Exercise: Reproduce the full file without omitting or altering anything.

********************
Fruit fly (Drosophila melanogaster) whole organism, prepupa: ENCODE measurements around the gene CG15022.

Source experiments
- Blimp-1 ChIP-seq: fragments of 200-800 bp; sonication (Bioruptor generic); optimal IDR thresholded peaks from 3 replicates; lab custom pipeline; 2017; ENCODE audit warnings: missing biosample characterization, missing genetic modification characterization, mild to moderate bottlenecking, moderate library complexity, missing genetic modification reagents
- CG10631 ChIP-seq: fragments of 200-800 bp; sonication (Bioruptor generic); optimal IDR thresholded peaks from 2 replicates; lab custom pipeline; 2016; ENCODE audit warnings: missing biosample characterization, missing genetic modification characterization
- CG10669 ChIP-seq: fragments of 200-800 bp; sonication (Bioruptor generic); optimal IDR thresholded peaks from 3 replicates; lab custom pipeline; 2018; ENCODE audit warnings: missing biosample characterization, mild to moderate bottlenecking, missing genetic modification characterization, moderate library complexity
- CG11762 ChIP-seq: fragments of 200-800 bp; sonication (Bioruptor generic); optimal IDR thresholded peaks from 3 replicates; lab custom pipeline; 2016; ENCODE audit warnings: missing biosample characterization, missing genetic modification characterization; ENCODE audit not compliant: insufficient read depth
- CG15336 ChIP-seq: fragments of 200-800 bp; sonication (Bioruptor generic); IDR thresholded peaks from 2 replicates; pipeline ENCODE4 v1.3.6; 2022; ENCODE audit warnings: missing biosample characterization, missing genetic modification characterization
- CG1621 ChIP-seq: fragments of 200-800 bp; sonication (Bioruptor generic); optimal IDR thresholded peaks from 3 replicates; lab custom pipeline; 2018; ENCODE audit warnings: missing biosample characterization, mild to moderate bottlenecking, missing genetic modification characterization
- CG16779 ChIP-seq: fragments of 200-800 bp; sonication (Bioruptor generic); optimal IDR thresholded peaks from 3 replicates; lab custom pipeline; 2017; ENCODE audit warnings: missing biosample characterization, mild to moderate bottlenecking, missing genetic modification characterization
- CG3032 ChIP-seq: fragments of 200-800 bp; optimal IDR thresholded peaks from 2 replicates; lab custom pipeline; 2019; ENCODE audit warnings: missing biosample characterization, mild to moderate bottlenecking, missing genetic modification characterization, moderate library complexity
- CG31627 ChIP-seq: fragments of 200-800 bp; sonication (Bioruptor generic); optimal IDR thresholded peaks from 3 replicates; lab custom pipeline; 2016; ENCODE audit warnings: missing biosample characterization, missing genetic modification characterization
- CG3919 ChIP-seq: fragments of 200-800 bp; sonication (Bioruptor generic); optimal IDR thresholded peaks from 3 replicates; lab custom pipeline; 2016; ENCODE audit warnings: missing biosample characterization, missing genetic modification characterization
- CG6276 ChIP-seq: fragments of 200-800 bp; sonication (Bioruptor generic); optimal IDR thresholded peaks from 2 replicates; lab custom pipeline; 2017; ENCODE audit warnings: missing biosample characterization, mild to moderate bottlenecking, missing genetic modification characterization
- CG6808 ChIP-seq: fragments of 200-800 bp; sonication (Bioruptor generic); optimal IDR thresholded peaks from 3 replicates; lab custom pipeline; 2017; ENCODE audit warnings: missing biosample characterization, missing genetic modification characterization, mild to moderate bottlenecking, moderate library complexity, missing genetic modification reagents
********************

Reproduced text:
Fruit fly (Drosophila melanogaster) whole organism, prepupa: ENCODE measurements around the gene CG15022.

Source experiments
- Blimp-1 ChIP-seq: fragments of 200-800 bp; sonication (Bioruptor generic); optimal IDR thresholded peaks from 3 replicates; lab custom pipeline; 2017; ENCODE audit warnings: missing biosample characterization, missing genetic modification characterization, mild to moderate bottlenecking, moderate library complexity, missing genetic modification reagents
- CG10631 ChIP-seq: fragments of 200-800 bp; sonication (Bioruptor generic); optimal IDR thresholded peaks from 2 replicates; lab custom pipeline; 2016; ENCODE audit warnings: missing biosample characterization, missing genetic modification characterization
- CG10669 ChIP-seq: fragments of 200-800 bp; sonication (Bioruptor generic); optimal IDR thresholded peaks from 3 replicates; lab custom pipeline; 2018; ENCODE audit warnings: missing biosample characterization, mild to moderate bottlenecking, missing genetic modification characterization, moderate library complexity
- CG11762 ChIP-seq: fragments of 200-800 bp; sonication (Bioruptor generic); optimal IDR thresholded peaks from 3 replicates; lab custom pipeline; 2016; ENCODE audit warnings: missing biosample characterization, missing genetic modification characterization; ENCODE audit not compliant: insufficient read depth
- CG15336 ChIP-seq: fragments of 200-800 bp; sonication (Bioruptor generic); IDR thresholded peaks from 2 replicates; pipeline ENCODE4 v1.3.6; 2022; ENCODE audit warnings: missing biosample characterization, missing genetic modification characterization
- CG1621 ChIP-seq: fragments of 200-800 bp; sonication (Bioruptor generic); optimal IDR thresholded peaks from 3 replicates; lab custom pipeline; 2018; ENCODE audit warnings: missing biosample characterization, mild to moderate bottlenecking, missing genetic modification characterization
- CG16779 ChIP-seq: fragments of 200-800 bp; sonication (Bioruptor generic); optimal IDR thresholded peaks from 3 replicates; lab custom pipeline; 2017; ENCODE audit warnings: missing biosample characterization, mild to moderate bottlenecking, missing genetic modification characterization
- CG3032 ChIP-seq: fragments of 200-800 bp; optimal IDR thresholded peaks from 2 replicates; lab custom pipeline; 2019; ENCODE audit warnings: missing biosample characterization, mild to moderate bottlenecking, missing genetic modification characterization, moderate library complexity
- CG31627 ChIP-seq: fragments of 200-800 bp; sonication (Bioruptor generic); optimal IDR thresholded peaks from 3 replicates; lab custom pipeline; 2016; ENCODE audit warnings: missing biosample characterization, missing genetic modification characterization
- CG3919 ChIP-seq: fragments of 200-800 bp; sonication (Bioruptor generic); optimal IDR thresholded peaks from 3 replicates; lab custom pipeline; 2016; ENCODE audit warnings: missing biosample characterization, missing genetic modification characterization
- CG6276 ChIP-seq: fragments of 200-800 bp; sonication (Bioruptor generic); optimal IDR thresholded peaks from 2 replicates; lab custom pipeline; 2017; ENCODE audit warnings: missing biosample characterization, mild to moderate bottlenecking, missing genetic modification characterization
- CG6808 ChIP-seq: fragments of 200-800 bp; sonication (Bioruptor generic); optimal IDR thresholded peaks from 3 replicates; lab custom pipeline; 2017; ENCODE audit warnings: missing biosample characterization, missing genetic modification characterization, mild to moderate bottlenecking, moderate library complexity, missing genetic modification reagents